Such impatient, hawkish proposals willfully ignore the unintended, often bloody consequences of military intervention. Unlike Libya, enforcing a military no-fly zone in Syria would require more extensive bombing of Assad’s Russian-made anti-aircraft capabilities. The Assad regime will likely respond to outside aggression by doing everything possible to shoot down our aircraft and galvanize both internal and international support as it floods the world’s media with images of U.S.-sponsored destruction. Likewise, the challenge of inserting ground troops would make Black Hawk Down look like a basic training exercise. These and other daunting challenges recently led Chairman of the Joint Chiefs of Staff Martin Dempsey to describe the conflict as “the most complex set of issues that anyone could ever conceive…”
If the U.S. intervenes on behalf of the rebels and Assad is overthrown, that will not guarantee an end to the Civil War. Fueling the violent overthrow of the regime may collapse already fragile government institutions and result in the rebels, both secular and Al Qaeda affiliated, continuing the civil war to define the new Syrian state in their image.
The threat of Al-Qaeda becoming active in Syria is another major concern for the United States. The most deadly rebel group, Jabhat al-Nusra, was formed through years of fighting as Al Qaeda in Iraq and claims 5,000 members. America has seen this before in the Philippines, Vietnam, Afghanistan, and Iraq. A U.S. intervention is hardly a guarantee of success and may cost us dearly. With respect to appeals to arm the “good rebels,” history offers numerous other cautionary tales. Afghanistan in the 1980s saw the C.I.A. fund the mujahedin insurgency against Soviet Russia and its puppet government there, resulting in a decade of conflict that facilitated the rise of the Taliban and ongoing instability in Pakistan. Another caution-forcing example is in Post-Gaddafi Libya, where arms from that intervention sustain violent gangs inside the country and Islamist rebels in Mali and other areas of the Maghreb. While providing anti-aircraft launchers can protect the rebels from Assad’s air force, they can also be used to shoot down civilian airliners. Instead of the birth of democracy and freedom, the overthrow of Assad may be the rise of something ugly, radical, and violent.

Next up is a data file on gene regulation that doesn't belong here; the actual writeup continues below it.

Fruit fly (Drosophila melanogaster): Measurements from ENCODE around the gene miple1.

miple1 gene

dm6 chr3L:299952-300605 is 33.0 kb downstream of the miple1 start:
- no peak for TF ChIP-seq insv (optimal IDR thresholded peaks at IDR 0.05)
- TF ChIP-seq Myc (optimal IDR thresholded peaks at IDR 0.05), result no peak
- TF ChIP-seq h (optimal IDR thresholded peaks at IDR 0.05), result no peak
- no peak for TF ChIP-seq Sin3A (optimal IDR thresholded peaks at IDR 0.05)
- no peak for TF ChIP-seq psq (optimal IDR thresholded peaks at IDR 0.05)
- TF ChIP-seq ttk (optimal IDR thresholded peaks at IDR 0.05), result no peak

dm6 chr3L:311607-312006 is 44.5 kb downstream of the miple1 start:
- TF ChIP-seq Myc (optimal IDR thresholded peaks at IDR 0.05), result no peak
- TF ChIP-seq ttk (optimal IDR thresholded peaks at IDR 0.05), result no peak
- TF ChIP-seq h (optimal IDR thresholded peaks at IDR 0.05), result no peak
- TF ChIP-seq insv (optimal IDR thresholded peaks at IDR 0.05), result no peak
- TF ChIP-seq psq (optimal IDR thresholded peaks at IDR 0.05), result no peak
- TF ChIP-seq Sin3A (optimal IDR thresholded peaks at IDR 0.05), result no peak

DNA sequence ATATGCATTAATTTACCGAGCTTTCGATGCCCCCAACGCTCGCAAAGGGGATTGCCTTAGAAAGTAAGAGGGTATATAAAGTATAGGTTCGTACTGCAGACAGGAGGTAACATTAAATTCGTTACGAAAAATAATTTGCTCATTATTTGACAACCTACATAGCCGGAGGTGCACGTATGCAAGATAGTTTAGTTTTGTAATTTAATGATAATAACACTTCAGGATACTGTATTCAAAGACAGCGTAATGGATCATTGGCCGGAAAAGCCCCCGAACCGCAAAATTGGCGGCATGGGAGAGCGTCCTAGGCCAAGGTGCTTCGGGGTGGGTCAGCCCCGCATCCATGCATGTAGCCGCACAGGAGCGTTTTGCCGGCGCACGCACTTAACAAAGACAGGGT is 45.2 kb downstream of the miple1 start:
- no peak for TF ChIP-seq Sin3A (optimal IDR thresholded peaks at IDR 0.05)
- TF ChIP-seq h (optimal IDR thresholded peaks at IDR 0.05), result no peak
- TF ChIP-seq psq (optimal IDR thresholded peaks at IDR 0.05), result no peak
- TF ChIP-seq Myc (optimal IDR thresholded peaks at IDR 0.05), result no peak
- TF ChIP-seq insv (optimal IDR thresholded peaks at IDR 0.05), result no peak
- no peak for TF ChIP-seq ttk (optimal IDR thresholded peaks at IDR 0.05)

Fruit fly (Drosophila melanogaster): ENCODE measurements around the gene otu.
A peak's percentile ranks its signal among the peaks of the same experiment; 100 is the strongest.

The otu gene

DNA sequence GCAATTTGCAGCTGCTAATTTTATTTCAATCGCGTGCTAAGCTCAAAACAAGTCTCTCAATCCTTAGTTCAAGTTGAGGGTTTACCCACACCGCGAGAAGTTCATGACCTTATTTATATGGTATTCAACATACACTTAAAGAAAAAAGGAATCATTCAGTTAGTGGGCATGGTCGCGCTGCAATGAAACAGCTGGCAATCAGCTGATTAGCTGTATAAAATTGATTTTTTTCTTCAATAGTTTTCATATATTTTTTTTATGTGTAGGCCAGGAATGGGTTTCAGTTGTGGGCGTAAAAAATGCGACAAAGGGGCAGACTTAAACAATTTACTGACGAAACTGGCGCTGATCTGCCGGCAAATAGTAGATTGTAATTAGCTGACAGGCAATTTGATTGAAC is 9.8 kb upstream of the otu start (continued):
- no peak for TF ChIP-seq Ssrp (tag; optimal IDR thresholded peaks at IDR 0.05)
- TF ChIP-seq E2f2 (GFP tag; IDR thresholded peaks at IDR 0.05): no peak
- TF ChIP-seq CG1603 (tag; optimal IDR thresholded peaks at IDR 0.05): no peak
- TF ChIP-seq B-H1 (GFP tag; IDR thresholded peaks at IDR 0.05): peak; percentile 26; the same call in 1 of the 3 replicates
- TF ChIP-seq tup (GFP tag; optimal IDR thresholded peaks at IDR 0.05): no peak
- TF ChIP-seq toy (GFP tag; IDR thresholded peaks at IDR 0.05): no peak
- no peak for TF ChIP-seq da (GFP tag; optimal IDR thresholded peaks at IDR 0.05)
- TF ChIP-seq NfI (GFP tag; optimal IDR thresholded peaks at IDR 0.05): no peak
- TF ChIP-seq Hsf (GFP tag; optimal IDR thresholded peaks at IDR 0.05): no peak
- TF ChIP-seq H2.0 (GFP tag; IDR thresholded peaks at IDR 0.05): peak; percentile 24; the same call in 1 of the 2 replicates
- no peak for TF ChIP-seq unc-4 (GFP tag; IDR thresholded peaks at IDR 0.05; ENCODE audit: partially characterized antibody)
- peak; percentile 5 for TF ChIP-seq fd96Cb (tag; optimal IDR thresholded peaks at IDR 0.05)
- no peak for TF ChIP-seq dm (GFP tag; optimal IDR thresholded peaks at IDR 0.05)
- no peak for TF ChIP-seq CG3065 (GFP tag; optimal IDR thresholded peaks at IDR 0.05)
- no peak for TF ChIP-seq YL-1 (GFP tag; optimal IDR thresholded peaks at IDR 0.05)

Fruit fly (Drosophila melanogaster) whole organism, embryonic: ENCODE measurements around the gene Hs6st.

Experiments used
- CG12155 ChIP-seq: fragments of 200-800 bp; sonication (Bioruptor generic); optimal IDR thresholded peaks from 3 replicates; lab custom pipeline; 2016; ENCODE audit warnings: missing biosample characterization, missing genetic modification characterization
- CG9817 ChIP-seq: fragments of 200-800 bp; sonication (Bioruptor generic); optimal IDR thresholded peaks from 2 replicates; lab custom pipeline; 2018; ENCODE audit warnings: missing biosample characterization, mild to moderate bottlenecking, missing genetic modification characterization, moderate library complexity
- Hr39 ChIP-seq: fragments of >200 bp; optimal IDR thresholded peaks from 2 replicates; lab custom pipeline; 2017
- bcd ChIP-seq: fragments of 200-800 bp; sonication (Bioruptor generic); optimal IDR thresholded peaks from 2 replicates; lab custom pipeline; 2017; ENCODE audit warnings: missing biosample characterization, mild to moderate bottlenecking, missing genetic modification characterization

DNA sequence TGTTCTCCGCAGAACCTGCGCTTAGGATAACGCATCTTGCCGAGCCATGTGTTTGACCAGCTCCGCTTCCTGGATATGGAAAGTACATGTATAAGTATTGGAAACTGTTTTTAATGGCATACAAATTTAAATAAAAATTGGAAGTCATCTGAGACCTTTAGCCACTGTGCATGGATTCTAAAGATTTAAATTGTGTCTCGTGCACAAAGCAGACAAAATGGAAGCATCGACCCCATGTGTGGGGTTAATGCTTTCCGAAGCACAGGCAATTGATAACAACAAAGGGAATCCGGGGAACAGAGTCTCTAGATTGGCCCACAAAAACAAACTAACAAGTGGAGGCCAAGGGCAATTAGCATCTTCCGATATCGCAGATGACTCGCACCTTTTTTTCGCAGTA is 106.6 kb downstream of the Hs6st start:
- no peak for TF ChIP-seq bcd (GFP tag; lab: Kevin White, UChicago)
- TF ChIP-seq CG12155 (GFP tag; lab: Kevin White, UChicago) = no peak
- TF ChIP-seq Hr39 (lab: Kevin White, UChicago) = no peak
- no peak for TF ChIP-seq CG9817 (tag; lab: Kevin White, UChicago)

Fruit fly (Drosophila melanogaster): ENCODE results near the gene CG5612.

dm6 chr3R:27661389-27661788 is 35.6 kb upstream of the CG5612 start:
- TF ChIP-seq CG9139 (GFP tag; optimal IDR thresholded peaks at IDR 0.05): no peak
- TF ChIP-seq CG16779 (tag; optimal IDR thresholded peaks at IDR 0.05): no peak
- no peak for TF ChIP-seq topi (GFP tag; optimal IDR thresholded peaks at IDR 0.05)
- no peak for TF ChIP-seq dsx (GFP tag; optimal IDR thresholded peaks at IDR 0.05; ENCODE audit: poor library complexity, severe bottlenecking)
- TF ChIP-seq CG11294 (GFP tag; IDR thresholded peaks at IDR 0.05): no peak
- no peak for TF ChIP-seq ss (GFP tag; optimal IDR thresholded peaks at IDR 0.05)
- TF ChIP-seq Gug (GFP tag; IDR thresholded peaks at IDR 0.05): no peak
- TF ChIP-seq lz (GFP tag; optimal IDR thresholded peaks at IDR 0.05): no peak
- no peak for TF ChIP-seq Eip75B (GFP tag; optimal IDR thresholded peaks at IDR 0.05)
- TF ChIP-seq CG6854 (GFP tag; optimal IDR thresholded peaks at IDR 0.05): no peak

If the international community hopes to save Syria and ensure a smooth post-conflict transition, then it needs to preserve the current regime’s institutions. Endless fighting or further contributing to the violence will lead to the collapse of the Syrian government and a power vacuum that will likely be filled by rebel warlords. With the country divided into fiefdoms, the fledgling Syrian National Council would have little to offer the warlords that control local areas by force. Both humanitarian liberals and idealistic neoconservatives who call for U.S. military intervention in the Syrian Civil War are misguided. The use of force will not counteract jihadists, secure chemical weapons, or stop the humanitarian crisis. As we recently witnessed in Iraq and Afghanistan, even the presence of tens of thousands of U.S. ground forces and unlimited fiscal borrowing may not contain regional animosities once a regime collapses. The international community must get the Shi’ite Alawis and secular Sunni rebels to negotiate. The Obama Administration should continue to push for multilateral negotiations between all interested parties and pursue a power-sharing agreement to end the violence. If it does not, its alternatives are prolonged civil war or another radical Islamic state in the heart of the Middle East.